Choosing between Two Evils in Syria
The peaceful protests that first challenged Bashar al-Assad’s regime in Syria are ancient history. Today, the country is sinking into a brutal civil war. Assad is almost certain to lose, but the conflict will consume many more lives.
Meanwhile, Washington hopes to stabilize the nation once Assad disappears into history’s great dustbin. However, this task has been complicated by the rebels’ increasing brutality. Civil wars are notoriously hard to contain. Already, reported the International Crisis Group, “Large numbers of regime sympathizers and opponents have been killed.” And last week, CNN obtained more videos of anti-Assad forces staging brutal executions of their opponents.
While the regime so far remains to blame for most civilian deaths—it possesses both capability (heavy armament) and will (to resist peaceful or violent change)—the longer the fighting goes on, the more divided the equities are likely to become. Warned ICG: “Over the course of this prolonged struggle, what initially were promising expressions of social solidarity increasingly have been soiled, as the conflict successively unearthed, worsened and became mired in the country’s numerous divides and fault lines.”
Indeed, fear has driven many of Syria’s minorities to back Assad, an Alawite, whose Shia-related faith is seen as heretical by many Sunnis.
Unsurprisingly, Assad’s coreligionists perceive themselves at greatest risk and form the core of the regime’s support. Although they often have exaggerated sectarian threats, the danger is rising. Some rebel forces have rejected Alawites as recruits and targeted Alawite civilians.
For similar reasons, Christians and Kurds also have been more likely to either aid the regime or remain neutral. The defense minister killed by the recent Damascus terrorist bombing was a Christian. Although claims of violent persecution have been disputed, there is evidence that the resistance has targeted Christians. Moreover, the rising influence of jihadists and Al Qaeda among the rebels offers a frightening portent for the future.
Reported the New York Times: “The evidence is mounting that Syria has become a magnet for Sunni extremists, including those operating under the banner of al-Qaeda. An important border crossing with Turkey that fell into Syrian rebels’ hands [in mid-July], Bab al-Hawa, has quickly become a jihadist congregating point.” An increasing number of radicals appear to fight with the Free Syrian Army but for Al Qaeda. Christians look across the border to Iraq and see the disastrous consequences of another celebrated “liberation” from a secular dictator.
As casualties mount, pressure rises on both sides to battle more fiercely. At some point, surrender or coexistence will be seen as impossible. ICG pointed to “the same desperate thirst for revenge, the same determination to fight to the end” on both sides.
The latest rebel atrocities augur a brutal future. The Wall Street Journal reported on the wide circulation of “grisly video images” of the summary execution of at least twenty members of the prominent al-Barre family in Aleppo, which has ties to the Assad regime. The men apparently were captured as rebels overran their neighborhood. Several appeared to have been beaten. All were lined up against a wall and shot with machine guns. Explained Abdul-Jabbar al-Ughaidi, commander of the Free Syrian Army in Aleppo: “The time was convenient to do away with them.” The videos collected many expressions of online support.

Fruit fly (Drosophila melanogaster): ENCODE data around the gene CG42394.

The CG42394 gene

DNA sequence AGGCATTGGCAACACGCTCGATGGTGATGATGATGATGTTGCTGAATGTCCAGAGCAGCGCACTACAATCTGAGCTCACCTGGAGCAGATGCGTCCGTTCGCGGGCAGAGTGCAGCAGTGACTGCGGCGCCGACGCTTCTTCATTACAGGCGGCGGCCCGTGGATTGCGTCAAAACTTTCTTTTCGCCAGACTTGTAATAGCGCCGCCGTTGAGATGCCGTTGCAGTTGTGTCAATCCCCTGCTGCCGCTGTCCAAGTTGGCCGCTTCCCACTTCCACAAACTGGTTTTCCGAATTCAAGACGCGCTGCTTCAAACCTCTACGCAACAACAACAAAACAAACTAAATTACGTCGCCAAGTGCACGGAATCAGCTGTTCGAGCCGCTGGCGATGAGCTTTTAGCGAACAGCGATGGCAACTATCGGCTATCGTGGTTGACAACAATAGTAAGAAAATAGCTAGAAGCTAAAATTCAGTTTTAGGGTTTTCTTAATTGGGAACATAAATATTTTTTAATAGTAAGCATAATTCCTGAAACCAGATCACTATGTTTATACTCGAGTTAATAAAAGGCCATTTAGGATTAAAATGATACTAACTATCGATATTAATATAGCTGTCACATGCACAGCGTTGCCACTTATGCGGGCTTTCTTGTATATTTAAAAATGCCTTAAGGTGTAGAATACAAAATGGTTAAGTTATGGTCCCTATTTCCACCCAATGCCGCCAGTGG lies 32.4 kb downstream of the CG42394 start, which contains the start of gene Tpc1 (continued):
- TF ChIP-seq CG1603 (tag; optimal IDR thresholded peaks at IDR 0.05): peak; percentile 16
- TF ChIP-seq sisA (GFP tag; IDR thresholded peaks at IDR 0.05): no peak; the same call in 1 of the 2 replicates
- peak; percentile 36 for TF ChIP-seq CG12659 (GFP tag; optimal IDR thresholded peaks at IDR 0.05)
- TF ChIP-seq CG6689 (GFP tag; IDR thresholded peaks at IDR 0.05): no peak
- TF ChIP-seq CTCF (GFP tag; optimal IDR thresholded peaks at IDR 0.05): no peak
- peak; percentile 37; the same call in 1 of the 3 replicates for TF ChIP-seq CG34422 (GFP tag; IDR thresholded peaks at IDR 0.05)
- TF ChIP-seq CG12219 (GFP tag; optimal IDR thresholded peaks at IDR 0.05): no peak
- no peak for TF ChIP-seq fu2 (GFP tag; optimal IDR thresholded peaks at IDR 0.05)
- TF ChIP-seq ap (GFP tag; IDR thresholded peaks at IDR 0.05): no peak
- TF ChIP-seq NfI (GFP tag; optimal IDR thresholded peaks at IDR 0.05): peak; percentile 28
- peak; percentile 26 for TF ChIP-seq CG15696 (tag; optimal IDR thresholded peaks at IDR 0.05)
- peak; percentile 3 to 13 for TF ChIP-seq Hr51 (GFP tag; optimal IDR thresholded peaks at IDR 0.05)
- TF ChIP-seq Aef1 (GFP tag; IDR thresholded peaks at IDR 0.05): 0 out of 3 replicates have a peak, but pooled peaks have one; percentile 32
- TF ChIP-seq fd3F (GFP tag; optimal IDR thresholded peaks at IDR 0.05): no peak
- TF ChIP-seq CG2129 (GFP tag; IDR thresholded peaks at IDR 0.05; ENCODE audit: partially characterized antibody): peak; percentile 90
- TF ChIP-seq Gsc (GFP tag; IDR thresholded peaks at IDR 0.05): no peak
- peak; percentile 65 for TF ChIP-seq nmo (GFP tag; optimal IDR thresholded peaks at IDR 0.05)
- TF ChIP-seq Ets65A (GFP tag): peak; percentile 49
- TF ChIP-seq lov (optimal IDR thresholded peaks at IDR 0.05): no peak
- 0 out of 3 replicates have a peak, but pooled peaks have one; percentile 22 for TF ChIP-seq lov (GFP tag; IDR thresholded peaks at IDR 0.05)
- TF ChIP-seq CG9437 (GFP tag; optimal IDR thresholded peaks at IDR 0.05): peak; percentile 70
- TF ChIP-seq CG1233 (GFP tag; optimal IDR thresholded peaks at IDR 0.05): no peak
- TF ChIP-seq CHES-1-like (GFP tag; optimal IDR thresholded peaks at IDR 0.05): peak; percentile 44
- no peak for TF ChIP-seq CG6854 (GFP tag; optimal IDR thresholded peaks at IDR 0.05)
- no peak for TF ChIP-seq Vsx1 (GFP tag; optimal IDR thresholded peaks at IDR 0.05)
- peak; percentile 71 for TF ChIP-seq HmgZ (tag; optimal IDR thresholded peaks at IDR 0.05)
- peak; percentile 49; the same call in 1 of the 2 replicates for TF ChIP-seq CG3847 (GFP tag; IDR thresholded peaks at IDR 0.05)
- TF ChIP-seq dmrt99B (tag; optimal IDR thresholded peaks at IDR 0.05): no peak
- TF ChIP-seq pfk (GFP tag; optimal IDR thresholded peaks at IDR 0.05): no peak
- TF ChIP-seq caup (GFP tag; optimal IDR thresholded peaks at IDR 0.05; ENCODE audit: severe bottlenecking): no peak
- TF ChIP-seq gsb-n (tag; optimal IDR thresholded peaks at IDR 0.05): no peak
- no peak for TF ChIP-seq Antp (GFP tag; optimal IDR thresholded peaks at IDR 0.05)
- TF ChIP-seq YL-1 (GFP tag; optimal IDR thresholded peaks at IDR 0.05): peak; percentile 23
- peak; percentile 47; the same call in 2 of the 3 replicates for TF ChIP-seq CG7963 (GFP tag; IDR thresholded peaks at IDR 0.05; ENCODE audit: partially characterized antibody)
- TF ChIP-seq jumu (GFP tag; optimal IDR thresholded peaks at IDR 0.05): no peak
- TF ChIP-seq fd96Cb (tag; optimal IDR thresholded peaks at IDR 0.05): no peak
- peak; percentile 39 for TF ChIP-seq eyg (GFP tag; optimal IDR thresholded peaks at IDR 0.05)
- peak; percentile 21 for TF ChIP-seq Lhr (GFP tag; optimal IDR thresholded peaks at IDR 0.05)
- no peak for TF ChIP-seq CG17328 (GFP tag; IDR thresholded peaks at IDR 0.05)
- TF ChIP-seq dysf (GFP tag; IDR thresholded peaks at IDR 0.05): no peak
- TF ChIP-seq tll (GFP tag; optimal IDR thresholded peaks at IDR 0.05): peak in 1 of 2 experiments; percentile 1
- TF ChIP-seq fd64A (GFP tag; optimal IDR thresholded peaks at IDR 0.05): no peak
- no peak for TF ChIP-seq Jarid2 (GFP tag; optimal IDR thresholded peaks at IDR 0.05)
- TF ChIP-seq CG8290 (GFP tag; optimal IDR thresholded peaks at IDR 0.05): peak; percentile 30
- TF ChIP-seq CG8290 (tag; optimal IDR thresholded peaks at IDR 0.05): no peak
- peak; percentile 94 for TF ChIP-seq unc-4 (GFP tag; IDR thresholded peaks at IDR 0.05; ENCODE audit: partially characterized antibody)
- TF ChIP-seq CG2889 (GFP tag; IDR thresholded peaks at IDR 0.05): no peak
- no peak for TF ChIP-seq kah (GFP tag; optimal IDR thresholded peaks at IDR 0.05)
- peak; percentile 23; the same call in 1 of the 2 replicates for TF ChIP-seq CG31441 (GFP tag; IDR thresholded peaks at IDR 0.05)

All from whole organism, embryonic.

Ironically, these actions came after members of the opposition concocted fake atrocities to create what Justin Raimondo of Antiwar.com called “another ‘Benghazi moment’—an incident so horrific that it would spark Western military intervention.” The practice is common. Perhaps the most celebrated modern instance is British propaganda about German conduct in World War I—the bayoneting of babies and rape of nuns, for instance, which never occurred. The Kuwaiti government in 1990 and Kosovo rebels in 1999 made similar claims, even though the egregious misconduct of the Iraqi and Yugoslav militaries was obvious without lying.
In July, Syrian rebels exaggerated their losses in the village of Tremseh to create the illusion of a massacre. The New York Times concluded that “the evidence available suggested that events on Thursday more closely followed the Syrian government account.” In May, the opposition promoted allegations of a massacre in the town of Houla with a photo of corpses taken in Iraq in 2003.
Atrocities both true and false should surprise no one. The consequences of civil wars and revolutionary conflicts—which often become civil wars—are rarely genteel. Even America’s revolution resulted in an exodus of Loyalists. The French Revolution turned into something far worse. The most notable twentieth-century revolutionary conflicts—in Russia, Spain and China—tore apart societies and engulfed neighboring peoples. In the multiple Yugoslav civil wars, victories by Croats and Kosovars led to the widespread killing and mass ethnic cleansing of Serbs. The ultimate humanitarian consequences of the Iraqi and Libyan wars remain to be seen.
Syria is looking similarly ugly. Rami Abdulrahman, head of the London-based Syrian Observatory for Human Rights, observed: “Next time maybe more than 100 people killed. By anybody, the government or the rebels.”